BIOGRAPHY AND DISCOGRAPHY

 

One of the first and most successful artists to make the transition from jazz to rock, Joe Morris became a cornerstone of Atlantic Records during their first half dozen years in operation, helping to give the fledging label artistic credibility as well as commercial solvency.

Morris was the middle child of musical siblings, his brothers playing guitar and saxophone respectively for some quality jazz outfits. Joe began in jazz himself, the most successful of all the Morris brothers in that field no less, as trumpeter in Lionel Hampton’s band. But upon being coaxed to leave by Hamp’s sax player, Johnny Griffin, to start their own group, Morris laid down both jazz and rock styled songs and when it was the rockers that made the most noise out of the gate his course was set.

His original band featuring Griffin, who became one of the defining early rock saxophonists before eventually returning to the jazz field where his heart truly was, and guitarist George Freeman, another whose groundbreaking rock work quickly gave way to his desire to play jazz, was one of the tightest of the day. Though only together for two years their sides helped shape the course of rock instrumentals going forward.

Morris was a somewhat reluctant – though reasonably effective – vocalist but upon the turnover in his outfit he decided to follow the lead of Johnny Otis, who’d put together a large versatile ensemble with different singers to tour as a self-contained multi-act revue, and to that end Morris hired Billy Mitchell and Laurie Tate as singers as well as backing them in the studio. It was with Tate on lead that he scored his first chart topper in 1950 but when Tate left to start a family in 1951 Morris brought in Faye Scruggs, soon to be re-named Faye Adams, with whom he scored his biggest hits upon leaving Atlantic Records for Herald, three Number Ones over a two year span.

His male vocalist at this time was Al Savage who Morris scored a Top Three hit with at the same time and the Joe Morris Cavalcade was sitting pretty at the top of the field mid-decade. But defections and disputes after the hits started rolling in curtailed Morris’s momentum and following a return to Atlantic Records he was felled by a cerebral hemorrhage in 1958 at just 36 years old.
 
 
JOE MORRIS DISCOGRAPHY (Reviews To Date On Spontaneous Lunacy):
 
 
LOWE GROOVIN’
(Atlantic 855; March, 1948)
Solid but not altogether exciting groove oriented instrumental which is notable largely for being the first commercial success in Atlantic Records’ long glorious history, giving them the artistic credibility to get them off the ground. (5)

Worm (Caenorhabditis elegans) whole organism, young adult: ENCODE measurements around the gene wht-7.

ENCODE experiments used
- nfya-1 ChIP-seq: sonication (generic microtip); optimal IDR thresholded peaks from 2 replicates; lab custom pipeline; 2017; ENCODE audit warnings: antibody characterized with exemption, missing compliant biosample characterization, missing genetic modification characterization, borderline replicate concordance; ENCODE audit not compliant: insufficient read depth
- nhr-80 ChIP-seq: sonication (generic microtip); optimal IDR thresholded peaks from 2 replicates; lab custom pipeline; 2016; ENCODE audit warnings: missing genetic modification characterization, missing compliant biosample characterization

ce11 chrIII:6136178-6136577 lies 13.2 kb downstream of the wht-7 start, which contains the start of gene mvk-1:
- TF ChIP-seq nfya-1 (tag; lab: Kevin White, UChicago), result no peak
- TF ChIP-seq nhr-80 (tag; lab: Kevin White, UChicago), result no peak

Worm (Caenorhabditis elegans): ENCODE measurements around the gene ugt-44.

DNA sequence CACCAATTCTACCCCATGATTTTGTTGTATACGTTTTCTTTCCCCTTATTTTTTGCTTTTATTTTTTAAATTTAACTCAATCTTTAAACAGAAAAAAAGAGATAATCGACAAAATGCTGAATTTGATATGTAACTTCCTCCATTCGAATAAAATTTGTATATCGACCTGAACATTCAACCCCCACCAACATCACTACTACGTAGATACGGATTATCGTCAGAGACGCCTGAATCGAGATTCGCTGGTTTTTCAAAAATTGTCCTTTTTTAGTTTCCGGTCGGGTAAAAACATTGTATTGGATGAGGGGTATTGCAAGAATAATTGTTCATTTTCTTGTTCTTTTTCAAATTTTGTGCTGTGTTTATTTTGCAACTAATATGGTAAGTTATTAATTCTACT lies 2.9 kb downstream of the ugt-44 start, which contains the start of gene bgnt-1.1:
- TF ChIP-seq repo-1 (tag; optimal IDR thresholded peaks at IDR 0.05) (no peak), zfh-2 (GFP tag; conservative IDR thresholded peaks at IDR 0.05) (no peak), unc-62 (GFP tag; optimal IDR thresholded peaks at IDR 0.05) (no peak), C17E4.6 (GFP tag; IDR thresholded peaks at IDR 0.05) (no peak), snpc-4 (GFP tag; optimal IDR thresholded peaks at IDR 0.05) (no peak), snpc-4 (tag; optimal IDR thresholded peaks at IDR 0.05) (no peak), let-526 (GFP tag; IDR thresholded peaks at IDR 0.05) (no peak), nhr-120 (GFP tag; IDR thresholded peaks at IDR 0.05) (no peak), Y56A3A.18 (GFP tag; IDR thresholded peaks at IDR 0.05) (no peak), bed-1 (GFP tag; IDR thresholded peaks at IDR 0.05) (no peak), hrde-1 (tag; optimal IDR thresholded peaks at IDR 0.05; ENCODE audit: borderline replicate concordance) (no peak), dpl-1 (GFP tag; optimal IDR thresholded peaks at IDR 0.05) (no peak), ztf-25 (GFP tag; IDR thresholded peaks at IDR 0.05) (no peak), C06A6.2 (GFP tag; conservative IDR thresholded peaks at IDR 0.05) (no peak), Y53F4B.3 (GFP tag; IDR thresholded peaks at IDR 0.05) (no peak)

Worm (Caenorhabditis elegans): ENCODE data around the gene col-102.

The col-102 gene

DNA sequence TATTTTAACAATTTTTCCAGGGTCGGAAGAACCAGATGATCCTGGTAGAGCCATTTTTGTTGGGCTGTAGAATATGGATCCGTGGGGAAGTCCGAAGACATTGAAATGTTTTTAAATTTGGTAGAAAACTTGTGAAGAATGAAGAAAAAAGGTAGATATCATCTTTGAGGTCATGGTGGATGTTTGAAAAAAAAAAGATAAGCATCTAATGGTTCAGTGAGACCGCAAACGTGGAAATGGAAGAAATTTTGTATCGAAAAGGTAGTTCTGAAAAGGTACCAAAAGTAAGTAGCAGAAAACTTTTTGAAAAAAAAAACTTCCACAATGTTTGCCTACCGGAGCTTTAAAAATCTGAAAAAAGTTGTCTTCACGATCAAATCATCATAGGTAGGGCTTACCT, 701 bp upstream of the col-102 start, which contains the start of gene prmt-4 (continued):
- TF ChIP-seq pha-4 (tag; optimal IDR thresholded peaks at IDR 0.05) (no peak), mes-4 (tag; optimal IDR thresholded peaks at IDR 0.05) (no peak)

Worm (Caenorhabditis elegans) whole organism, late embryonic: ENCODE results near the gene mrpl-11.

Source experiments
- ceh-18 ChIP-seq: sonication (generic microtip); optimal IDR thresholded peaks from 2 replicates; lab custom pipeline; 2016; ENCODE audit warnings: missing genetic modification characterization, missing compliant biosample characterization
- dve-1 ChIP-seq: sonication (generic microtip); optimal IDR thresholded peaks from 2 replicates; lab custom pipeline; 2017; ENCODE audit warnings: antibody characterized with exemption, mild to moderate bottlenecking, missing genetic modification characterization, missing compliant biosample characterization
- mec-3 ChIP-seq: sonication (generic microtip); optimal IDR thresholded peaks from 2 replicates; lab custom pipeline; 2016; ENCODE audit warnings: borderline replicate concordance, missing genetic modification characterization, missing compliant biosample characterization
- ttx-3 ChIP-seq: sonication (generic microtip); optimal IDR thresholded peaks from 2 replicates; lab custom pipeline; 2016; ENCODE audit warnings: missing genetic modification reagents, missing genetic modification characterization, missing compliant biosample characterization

BOOGIE WOOGIE JOE
(Manor 1128; April, 1948)
Otherwise standard fare set apart by George Freeman’s scintillating guitar-work, the first truly unhinged playing of its kind in rock, sounding as if it were dropped in from outer space… positively ahead of its time. (7)

THE SPIDER
(Atlantic 859; August, 1948)
An almost schizophrenic record that begins hinting strongly at jazz before exploding into a scalding obscene sounding rocker, casting the dye for the rest of Joe Morris’s career – jazz was out, rock was in. (7)

THE APPLEJACK
(Atlantic 866; October, 1948)
Clearly aiming at the growing instrumental sweepstakes in rock, this one falls a bit short aesthetically thanks to focusing too much on the baritone sax of its writer, Bill McLemore, rather than the more explosive tenor of Johnny Griffin. (4)

WEASEL WALK
(Atlantic 870; February, 1949)
Rousing rock instrumental featuring Johnny Griffin’s increasingly wailing on the sax as it goes along, there’s a few rough patches and it may be too well thought out, but it’s effective. (6)

DRINKIN’ WINE SPO-DEE-O-DEE
(King 4292; May, 1949)
As sideman… behind Wynonie Harris.

SHE JUST WON’T SELL NO MORE
(King 4292; May, 1949)
As sideman… behind Wynonie Harris.

BEANS AND CORNBREAD
(Atlantic 878; June, 1949)
By emphasizing the brutally rhythmic aspects of this song Morris changes the implications from humorous novelty to aggressive rocker, distancing himself and rock music as a whole even further from the past as embodied by Louis Jordan’s version of this same cut. (7)

ALL SHE WANTS TO DO IS ROCK
(King 4304; August, 1949)
As sideman… behind Wynonie Harris.

I WANT MY FANNY BROWN
(King 4304; August, 1949)
As sideman… behind Wynonie Harris.